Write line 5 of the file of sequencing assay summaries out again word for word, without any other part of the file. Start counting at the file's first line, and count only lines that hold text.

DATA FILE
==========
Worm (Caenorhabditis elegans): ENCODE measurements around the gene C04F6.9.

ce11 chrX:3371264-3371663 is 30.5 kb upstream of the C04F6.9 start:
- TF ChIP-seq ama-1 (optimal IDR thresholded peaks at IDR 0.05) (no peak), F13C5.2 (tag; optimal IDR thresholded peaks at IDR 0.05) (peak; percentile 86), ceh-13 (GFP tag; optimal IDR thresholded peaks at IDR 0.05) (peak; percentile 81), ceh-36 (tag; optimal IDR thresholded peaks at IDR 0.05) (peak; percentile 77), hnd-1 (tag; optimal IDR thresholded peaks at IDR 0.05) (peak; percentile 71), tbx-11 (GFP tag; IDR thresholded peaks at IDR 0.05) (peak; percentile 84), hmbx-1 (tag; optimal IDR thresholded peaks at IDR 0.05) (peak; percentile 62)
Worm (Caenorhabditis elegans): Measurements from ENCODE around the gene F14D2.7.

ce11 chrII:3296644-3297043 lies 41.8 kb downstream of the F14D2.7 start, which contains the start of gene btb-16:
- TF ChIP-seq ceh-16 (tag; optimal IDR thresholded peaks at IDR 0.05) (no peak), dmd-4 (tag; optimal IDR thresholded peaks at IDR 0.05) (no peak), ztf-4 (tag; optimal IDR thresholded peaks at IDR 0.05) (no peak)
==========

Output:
ce11 chrII:3296644-3297043 lies 41.8 kb downstream of the F14D2.7 start, which contains the start of gene btb-16: